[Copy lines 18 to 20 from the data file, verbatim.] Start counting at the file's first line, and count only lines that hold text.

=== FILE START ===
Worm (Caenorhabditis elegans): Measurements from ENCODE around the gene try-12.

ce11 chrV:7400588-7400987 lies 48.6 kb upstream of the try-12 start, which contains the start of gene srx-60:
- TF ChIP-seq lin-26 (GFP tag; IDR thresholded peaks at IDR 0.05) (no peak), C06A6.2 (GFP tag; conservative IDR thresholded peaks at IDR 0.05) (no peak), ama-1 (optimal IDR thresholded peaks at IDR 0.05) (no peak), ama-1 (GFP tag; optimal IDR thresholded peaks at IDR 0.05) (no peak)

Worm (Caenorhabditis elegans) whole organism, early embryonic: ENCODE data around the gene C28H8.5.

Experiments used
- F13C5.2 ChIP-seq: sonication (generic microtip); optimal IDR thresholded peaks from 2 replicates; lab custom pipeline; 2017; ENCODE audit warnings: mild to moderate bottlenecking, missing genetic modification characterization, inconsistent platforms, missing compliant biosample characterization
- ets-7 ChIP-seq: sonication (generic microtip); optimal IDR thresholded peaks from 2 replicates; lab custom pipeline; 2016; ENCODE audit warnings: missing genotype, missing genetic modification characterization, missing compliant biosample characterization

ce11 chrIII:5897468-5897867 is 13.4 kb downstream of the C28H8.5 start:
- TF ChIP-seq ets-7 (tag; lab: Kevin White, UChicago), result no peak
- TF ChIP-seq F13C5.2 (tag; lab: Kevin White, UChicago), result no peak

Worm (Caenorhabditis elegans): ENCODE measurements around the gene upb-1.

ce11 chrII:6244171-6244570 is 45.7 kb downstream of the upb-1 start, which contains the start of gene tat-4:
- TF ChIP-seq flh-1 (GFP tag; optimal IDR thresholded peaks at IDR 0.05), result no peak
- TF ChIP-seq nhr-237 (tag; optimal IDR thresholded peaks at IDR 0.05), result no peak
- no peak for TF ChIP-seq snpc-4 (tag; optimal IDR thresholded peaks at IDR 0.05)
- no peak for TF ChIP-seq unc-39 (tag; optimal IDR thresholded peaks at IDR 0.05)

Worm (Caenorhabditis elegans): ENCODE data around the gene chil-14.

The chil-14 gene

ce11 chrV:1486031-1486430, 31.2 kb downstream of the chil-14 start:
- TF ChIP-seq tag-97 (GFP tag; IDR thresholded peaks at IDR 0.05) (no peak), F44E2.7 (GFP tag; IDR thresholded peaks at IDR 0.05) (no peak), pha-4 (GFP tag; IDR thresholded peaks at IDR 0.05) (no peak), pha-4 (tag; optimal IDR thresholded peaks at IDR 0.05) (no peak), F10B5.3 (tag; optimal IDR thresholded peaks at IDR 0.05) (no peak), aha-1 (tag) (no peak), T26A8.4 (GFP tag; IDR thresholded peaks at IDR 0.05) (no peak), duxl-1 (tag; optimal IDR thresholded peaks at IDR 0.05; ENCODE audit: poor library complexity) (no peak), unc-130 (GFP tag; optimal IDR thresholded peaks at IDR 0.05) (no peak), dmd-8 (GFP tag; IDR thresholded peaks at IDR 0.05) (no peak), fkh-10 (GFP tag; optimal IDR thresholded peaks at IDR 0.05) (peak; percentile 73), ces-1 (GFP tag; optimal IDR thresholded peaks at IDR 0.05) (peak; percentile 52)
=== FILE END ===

The chil-14 gene

ce11 chrV:1486031-1486430, 31.2 kb downstream of the chil-14 start:
- TF ChIP-seq tag-97 (GFP tag; IDR thresholded peaks at IDR 0.05) (no peak), F44E2.7 (GFP tag; IDR thresholded peaks at IDR 0.05) (no peak), pha-4 (GFP tag; IDR thresholded peaks at IDR 0.05) (no peak), pha-4 (tag; optimal IDR thresholded peaks at IDR 0.05) (no peak), F10B5.3 (tag; optimal IDR thresholded peaks at IDR 0.05) (no peak), aha-1 (tag) (no peak), T26A8.4 (GFP tag; IDR thresholded peaks at IDR 0.05) (no peak), duxl-1 (tag; optimal IDR thresholded peaks at IDR 0.05; ENCODE audit: poor library complexity) (no peak), unc-130 (GFP tag; optimal IDR thresholded peaks at IDR 0.05) (no peak), dmd-8 (GFP tag; IDR thresholded peaks at IDR 0.05) (no peak), fkh-10 (GFP tag; optimal IDR thresholded peaks at IDR 0.05) (peak; percentile 73), ces-1 (GFP tag; optimal IDR thresholded peaks at IDR 0.05) (peak; percentile 52)